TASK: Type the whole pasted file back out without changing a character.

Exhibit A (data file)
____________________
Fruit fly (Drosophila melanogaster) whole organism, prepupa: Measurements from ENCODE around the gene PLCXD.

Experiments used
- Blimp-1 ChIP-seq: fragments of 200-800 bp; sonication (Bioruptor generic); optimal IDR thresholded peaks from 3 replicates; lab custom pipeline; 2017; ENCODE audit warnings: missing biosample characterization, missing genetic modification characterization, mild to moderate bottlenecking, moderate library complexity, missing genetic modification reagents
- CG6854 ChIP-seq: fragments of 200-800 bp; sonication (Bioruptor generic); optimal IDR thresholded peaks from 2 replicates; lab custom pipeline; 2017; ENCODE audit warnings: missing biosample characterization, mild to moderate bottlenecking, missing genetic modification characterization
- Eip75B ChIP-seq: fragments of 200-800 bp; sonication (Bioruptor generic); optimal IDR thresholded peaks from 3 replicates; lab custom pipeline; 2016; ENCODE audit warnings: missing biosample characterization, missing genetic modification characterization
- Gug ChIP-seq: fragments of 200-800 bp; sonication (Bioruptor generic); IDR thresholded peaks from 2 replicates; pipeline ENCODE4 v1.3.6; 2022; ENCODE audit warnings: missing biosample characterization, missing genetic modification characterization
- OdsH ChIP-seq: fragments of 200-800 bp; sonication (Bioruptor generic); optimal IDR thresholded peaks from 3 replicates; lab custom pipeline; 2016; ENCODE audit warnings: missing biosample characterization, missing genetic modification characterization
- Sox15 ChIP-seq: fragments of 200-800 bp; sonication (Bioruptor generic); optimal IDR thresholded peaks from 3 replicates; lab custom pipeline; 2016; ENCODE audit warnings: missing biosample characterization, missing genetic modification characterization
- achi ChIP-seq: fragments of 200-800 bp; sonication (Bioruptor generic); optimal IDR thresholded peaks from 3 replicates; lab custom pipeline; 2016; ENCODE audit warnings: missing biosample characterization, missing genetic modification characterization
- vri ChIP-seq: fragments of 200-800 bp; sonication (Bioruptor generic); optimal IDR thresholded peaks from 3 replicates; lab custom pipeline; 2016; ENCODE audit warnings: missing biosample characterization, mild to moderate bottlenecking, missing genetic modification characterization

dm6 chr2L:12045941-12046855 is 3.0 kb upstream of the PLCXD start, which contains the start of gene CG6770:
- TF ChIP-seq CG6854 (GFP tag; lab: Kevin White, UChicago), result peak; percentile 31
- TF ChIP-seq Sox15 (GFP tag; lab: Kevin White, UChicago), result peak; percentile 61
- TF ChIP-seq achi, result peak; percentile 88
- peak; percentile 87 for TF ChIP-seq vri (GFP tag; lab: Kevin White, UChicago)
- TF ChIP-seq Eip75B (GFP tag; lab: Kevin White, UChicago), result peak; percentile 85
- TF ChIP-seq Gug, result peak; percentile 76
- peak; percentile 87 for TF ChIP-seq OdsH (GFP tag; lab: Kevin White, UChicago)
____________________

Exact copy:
Fruit fly (Drosophila melanogaster) whole organism, prepupa: Measurements from ENCODE around the gene PLCXD.

Experiments used
- Blimp-1 ChIP-seq: fragments of 200-800 bp; sonication (Bioruptor generic); optimal IDR thresholded peaks from 3 replicates; lab custom pipeline; 2017; ENCODE audit warnings: missing biosample characterization, missing genetic modification characterization, mild to moderate bottlenecking, moderate library complexity, missing genetic modification reagents
- CG6854 ChIP-seq: fragments of 200-800 bp; sonication (Bioruptor generic); optimal IDR thresholded peaks from 2 replicates; lab custom pipeline; 2017; ENCODE audit warnings: missing biosample characterization, mild to moderate bottlenecking, missing genetic modification characterization
- Eip75B ChIP-seq: fragments of 200-800 bp; sonication (Bioruptor generic); optimal IDR thresholded peaks from 3 replicates; lab custom pipeline; 2016; ENCODE audit warnings: missing biosample characterization, missing genetic modification characterization
- Gug ChIP-seq: fragments of 200-800 bp; sonication (Bioruptor generic); IDR thresholded peaks from 2 replicates; pipeline ENCODE4 v1.3.6; 2022; ENCODE audit warnings: missing biosample characterization, missing genetic modification characterization
- OdsH ChIP-seq: fragments of 200-800 bp; sonication (Bioruptor generic); optimal IDR thresholded peaks from 3 replicates; lab custom pipeline; 2016; ENCODE audit warnings: missing biosample characterization, missing genetic modification characterization
- Sox15 ChIP-seq: fragments of 200-800 bp; sonication (Bioruptor generic); optimal IDR thresholded peaks from 3 replicates; lab custom pipeline; 2016; ENCODE audit warnings: missing biosample characterization, missing genetic modification characterization
- achi ChIP-seq: fragments of 200-800 bp; sonication (Bioruptor generic); optimal IDR thresholded peaks from 3 replicates; lab custom pipeline; 2016; ENCODE audit warnings: missing biosample characterization, missing genetic modification characterization
- vri ChIP-seq: fragments of 200-800 bp; sonication (Bioruptor generic); optimal IDR thresholded peaks from 3 replicates; lab custom pipeline; 2016; ENCODE audit warnings: missing biosample characterization, mild to moderate bottlenecking, missing genetic modification characterization

dm6 chr2L:12045941-12046855 is 3.0 kb upstream of the PLCXD start, which contains the start of gene CG6770:
- TF ChIP-seq CG6854 (GFP tag; lab: Kevin White, UChicago), result peak; percentile 31
- TF ChIP-seq Sox15 (GFP tag; lab: Kevin White, UChicago), result peak; percentile 61
- TF ChIP-seq achi, result peak; percentile 88
- peak; percentile 87 for TF ChIP-seq vri (GFP tag; lab: Kevin White, UChicago)
- TF ChIP-seq Eip75B (GFP tag; lab: Kevin White, UChicago), result peak; percentile 85
- TF ChIP-seq Gug, result peak; percentile 76
- peak; percentile 87 for TF ChIP-seq OdsH (GFP tag; lab: Kevin White, UChicago)